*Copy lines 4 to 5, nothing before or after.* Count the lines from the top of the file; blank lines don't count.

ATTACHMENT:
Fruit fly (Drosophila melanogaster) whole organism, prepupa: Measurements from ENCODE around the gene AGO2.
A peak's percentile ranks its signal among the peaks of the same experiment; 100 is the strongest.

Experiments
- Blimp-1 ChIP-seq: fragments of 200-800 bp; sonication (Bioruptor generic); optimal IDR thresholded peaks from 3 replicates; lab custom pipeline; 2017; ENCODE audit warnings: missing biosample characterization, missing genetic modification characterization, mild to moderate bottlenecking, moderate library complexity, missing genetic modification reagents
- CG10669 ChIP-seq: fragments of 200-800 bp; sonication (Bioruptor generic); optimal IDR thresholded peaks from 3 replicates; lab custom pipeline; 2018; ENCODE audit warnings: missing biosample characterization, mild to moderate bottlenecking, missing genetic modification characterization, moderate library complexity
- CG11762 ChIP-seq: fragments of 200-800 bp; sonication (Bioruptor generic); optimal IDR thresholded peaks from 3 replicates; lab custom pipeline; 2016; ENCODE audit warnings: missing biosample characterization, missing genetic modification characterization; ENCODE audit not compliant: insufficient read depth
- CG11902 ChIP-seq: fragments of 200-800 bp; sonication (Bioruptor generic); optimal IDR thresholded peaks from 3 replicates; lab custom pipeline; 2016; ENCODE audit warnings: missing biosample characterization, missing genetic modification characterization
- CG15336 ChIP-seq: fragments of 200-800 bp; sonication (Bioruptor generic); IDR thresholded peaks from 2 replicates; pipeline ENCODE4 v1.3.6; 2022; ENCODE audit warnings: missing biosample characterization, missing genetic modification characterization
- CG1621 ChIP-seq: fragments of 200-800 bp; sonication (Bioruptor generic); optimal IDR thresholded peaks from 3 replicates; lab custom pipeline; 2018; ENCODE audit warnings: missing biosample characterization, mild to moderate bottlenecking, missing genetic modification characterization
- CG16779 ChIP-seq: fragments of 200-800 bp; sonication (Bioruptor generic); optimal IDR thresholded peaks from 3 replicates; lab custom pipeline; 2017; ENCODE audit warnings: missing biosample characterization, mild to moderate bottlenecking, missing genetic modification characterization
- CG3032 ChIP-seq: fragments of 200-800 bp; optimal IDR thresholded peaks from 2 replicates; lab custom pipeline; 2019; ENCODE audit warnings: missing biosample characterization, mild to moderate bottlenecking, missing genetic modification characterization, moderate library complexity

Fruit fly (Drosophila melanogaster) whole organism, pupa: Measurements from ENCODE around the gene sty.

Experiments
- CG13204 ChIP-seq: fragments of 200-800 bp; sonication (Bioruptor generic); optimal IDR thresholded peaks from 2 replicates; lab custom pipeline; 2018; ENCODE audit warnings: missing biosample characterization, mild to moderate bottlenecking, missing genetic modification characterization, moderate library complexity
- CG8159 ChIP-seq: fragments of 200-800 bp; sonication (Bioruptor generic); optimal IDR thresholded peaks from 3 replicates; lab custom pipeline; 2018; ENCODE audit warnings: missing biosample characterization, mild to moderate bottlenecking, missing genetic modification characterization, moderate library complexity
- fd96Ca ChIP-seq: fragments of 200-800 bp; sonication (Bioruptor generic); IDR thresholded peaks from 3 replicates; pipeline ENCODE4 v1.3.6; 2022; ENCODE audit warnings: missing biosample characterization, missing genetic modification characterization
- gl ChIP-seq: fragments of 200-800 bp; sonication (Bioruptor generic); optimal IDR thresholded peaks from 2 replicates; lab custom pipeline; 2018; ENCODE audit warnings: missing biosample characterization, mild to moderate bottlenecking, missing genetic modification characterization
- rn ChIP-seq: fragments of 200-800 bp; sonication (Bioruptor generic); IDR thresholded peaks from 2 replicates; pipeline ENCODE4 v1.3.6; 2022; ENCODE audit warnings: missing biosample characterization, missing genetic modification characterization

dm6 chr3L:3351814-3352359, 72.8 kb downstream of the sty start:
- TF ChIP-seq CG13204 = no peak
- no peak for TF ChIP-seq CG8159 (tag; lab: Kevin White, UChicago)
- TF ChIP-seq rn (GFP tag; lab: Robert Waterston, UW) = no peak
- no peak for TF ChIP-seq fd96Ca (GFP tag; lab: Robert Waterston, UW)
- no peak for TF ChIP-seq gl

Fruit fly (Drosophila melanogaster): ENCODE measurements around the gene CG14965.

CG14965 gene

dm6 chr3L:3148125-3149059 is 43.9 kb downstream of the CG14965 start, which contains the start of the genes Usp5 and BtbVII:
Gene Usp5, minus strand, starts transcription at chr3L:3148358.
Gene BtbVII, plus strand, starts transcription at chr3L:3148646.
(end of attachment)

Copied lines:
- Blimp-1 ChIP-seq: fragments of 200-800 bp; sonication (Bioruptor generic); optimal IDR thresholded peaks from 3 replicates; lab custom pipeline; 2017; ENCODE audit warnings: missing biosample characterization, missing genetic modification characterization, mild to moderate bottlenecking, moderate library complexity, missing genetic modification reagents
- CG10669 ChIP-seq: fragments of 200-800 bp; sonication (Bioruptor generic); optimal IDR thresholded peaks from 3 replicates; lab custom pipeline; 2018; ENCODE audit warnings: missing biosample characterization, mild to moderate bottlenecking, missing genetic modification characterization, moderate library complexity